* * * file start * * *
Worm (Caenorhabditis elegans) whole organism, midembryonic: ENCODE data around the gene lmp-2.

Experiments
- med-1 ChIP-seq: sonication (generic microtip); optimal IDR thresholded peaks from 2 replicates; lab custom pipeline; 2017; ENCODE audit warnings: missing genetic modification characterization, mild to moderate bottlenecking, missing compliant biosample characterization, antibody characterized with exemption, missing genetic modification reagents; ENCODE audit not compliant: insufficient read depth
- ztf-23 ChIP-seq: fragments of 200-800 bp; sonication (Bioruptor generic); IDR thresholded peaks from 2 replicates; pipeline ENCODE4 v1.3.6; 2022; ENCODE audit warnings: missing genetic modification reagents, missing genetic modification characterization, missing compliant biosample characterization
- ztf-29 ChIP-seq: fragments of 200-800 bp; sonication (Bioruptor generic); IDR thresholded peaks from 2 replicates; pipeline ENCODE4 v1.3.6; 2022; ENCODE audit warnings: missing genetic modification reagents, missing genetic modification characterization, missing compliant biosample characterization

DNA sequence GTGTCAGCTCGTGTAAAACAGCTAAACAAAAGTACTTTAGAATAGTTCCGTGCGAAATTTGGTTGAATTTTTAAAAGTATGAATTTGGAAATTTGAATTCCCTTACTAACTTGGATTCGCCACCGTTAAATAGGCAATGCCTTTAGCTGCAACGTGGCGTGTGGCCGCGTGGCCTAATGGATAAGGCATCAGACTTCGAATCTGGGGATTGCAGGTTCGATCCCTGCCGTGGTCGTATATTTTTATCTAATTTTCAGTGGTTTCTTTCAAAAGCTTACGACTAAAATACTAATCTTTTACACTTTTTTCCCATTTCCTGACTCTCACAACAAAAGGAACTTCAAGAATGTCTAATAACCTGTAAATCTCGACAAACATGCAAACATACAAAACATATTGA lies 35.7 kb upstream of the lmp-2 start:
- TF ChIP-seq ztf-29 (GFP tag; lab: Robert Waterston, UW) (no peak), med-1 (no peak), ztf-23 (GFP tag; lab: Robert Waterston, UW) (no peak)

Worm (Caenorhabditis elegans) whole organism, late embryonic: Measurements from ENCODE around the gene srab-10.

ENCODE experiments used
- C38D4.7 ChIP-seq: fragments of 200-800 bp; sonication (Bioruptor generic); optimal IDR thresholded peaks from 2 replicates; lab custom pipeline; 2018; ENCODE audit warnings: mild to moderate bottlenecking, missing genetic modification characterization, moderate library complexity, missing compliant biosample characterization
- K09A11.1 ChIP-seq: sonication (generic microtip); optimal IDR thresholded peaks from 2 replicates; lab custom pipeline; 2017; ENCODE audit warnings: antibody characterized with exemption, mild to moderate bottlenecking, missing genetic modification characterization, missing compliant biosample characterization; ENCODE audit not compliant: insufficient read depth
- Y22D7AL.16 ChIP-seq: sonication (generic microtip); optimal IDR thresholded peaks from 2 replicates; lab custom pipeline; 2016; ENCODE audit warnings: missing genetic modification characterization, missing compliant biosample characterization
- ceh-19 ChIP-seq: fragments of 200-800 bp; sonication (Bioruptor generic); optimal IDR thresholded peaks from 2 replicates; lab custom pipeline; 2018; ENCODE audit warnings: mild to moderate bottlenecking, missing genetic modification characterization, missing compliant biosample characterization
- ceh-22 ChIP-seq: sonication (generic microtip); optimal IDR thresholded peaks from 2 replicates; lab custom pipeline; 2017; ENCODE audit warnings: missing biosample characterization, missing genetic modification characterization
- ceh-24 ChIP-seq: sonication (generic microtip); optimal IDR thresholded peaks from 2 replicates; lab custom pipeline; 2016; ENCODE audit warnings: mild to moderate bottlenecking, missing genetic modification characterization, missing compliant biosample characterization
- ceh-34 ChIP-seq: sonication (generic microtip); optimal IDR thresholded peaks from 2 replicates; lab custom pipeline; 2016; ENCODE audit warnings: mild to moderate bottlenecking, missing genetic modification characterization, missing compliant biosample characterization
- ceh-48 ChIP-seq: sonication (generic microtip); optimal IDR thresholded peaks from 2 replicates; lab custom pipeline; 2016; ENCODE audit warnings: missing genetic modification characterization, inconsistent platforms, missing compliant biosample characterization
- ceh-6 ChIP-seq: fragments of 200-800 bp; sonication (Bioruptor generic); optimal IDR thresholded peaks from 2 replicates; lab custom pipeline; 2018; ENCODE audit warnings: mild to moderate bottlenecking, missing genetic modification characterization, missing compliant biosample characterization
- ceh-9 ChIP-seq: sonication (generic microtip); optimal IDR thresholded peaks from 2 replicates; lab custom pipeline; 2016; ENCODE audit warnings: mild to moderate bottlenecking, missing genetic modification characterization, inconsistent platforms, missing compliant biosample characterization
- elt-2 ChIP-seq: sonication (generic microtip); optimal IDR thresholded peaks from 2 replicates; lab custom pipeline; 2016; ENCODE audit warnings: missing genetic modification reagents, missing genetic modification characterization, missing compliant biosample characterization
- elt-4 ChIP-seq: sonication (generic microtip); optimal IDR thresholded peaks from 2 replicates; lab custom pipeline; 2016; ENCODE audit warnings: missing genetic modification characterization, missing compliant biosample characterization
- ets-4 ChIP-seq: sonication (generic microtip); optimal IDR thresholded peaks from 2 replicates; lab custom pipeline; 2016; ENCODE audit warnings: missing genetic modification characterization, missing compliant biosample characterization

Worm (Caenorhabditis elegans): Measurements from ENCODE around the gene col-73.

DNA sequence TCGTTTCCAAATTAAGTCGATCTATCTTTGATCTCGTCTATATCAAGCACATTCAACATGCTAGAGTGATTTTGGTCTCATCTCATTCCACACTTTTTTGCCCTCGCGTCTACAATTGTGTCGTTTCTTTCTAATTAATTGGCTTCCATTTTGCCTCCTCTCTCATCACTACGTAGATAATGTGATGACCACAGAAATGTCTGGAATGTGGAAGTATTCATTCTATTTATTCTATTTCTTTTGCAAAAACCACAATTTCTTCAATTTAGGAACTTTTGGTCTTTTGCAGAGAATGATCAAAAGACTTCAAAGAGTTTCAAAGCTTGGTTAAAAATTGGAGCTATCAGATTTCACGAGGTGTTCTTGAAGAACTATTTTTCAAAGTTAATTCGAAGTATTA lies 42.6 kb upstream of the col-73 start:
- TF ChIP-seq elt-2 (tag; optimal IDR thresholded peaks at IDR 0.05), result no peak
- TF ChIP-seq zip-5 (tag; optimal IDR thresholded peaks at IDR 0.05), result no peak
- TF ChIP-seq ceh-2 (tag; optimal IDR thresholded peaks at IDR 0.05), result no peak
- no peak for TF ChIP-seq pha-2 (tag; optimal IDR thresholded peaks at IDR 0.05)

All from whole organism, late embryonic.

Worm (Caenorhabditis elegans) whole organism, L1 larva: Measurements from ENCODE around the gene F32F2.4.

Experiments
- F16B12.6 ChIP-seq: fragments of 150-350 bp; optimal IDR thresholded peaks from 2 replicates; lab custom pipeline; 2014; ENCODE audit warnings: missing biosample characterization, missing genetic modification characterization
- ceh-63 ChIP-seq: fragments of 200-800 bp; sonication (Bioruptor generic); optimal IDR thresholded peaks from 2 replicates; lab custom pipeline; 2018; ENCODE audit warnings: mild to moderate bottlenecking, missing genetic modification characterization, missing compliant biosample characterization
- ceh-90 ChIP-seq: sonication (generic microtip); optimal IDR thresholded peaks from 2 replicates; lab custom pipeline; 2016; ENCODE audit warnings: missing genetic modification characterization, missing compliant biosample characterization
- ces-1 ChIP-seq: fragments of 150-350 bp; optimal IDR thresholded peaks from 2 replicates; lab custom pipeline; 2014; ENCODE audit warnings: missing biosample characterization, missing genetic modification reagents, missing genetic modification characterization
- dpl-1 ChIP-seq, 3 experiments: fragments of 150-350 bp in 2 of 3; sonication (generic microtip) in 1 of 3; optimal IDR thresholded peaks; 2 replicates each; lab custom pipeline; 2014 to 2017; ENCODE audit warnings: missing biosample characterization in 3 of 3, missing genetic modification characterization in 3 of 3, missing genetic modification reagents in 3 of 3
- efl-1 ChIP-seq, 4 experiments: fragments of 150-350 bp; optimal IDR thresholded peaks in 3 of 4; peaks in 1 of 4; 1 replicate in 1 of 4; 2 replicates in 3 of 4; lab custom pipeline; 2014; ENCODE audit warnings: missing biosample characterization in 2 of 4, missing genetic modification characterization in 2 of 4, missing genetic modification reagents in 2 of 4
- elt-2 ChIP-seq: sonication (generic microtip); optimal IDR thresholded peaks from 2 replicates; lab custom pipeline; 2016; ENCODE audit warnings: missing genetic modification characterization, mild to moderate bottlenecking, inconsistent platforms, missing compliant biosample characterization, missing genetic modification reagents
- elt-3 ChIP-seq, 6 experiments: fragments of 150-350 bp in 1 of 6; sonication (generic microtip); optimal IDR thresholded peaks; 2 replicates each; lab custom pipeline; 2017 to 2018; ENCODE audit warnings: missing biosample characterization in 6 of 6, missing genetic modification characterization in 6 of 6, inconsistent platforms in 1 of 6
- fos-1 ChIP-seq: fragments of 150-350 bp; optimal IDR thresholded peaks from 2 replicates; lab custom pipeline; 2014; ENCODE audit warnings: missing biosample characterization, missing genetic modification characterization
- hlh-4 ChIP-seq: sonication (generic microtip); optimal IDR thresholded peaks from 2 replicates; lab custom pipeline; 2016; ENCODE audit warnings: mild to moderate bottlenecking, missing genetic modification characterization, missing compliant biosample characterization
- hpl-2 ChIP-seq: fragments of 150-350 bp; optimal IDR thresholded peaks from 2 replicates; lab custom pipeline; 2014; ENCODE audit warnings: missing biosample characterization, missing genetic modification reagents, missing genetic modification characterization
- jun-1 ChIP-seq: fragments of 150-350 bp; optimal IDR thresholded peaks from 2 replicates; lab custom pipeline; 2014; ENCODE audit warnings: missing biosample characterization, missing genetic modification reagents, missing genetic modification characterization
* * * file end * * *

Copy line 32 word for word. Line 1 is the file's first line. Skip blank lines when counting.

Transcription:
- F16B12.6 ChIP-seq: fragments of 150-350 bp; optimal IDR thresholded peaks from 2 replicates; lab custom pipeline; 2014; ENCODE audit warnings: missing biosample characterization, missing genetic modification characterization